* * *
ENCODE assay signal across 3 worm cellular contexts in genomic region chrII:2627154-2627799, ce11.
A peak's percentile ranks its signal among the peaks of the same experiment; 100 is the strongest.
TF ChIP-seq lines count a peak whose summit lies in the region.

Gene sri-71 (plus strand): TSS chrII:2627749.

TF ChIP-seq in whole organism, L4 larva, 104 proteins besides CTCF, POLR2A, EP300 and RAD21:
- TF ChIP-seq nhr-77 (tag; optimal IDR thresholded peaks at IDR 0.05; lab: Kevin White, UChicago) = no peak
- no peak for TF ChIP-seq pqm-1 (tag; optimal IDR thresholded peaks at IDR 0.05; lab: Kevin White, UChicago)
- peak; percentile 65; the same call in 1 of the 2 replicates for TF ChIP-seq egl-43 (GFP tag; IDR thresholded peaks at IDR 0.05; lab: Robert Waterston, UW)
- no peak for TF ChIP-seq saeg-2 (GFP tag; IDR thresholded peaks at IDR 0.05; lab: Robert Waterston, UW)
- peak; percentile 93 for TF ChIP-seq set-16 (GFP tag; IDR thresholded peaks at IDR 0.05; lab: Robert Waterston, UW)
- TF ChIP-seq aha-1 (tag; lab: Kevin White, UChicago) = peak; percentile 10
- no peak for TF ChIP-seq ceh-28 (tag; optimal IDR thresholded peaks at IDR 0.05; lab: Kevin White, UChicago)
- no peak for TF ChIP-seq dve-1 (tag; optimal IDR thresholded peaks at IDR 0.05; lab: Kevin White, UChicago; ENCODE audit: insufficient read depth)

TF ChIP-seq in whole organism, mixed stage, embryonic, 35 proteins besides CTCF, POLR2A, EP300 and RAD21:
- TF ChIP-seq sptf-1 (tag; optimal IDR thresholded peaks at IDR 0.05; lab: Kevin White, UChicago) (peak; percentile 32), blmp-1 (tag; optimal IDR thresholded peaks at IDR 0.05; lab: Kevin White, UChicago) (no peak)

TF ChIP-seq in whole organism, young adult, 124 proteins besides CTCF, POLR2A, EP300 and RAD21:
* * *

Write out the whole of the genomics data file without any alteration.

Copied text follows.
ENCODE assay signal across 3 worm cellular contexts in genomic region chrII:2627154-2627799, ce11.
A peak's percentile ranks its signal among the peaks of the same experiment; 100 is the strongest.
TF ChIP-seq lines count a peak whose summit lies in the region.

Gene sri-71 (plus strand): TSS chrII:2627749.

TF ChIP-seq in whole organism, L4 larva, 104 proteins besides CTCF, POLR2A, EP300 and RAD21:
- TF ChIP-seq nhr-77 (tag; optimal IDR thresholded peaks at IDR 0.05; lab: Kevin White, UChicago) = no peak
- no peak for TF ChIP-seq pqm-1 (tag; optimal IDR thresholded peaks at IDR 0.05; lab: Kevin White, UChicago)
- peak; percentile 65; the same call in 1 of the 2 replicates for TF ChIP-seq egl-43 (GFP tag; IDR thresholded peaks at IDR 0.05; lab: Robert Waterston, UW)
- no peak for TF ChIP-seq saeg-2 (GFP tag; IDR thresholded peaks at IDR 0.05; lab: Robert Waterston, UW)
- peak; percentile 93 for TF ChIP-seq set-16 (GFP tag; IDR thresholded peaks at IDR 0.05; lab: Robert Waterston, UW)
- TF ChIP-seq aha-1 (tag; lab: Kevin White, UChicago) = peak; percentile 10
- no peak for TF ChIP-seq ceh-28 (tag; optimal IDR thresholded peaks at IDR 0.05; lab: Kevin White, UChicago)
- no peak for TF ChIP-seq dve-1 (tag; optimal IDR thresholded peaks at IDR 0.05; lab: Kevin White, UChicago; ENCODE audit: insufficient read depth)

TF ChIP-seq in whole organism, mixed stage, embryonic, 35 proteins besides CTCF, POLR2A, EP300 and RAD21:
- TF ChIP-seq sptf-1 (tag; optimal IDR thresholded peaks at IDR 0.05; lab: Kevin White, UChicago) (peak; percentile 32), blmp-1 (tag; optimal IDR thresholded peaks at IDR 0.05; lab: Kevin White, UChicago) (no peak)

TF ChIP-seq in whole organism, young adult, 124 proteins besides CTCF, POLR2A, EP300 and RAD21: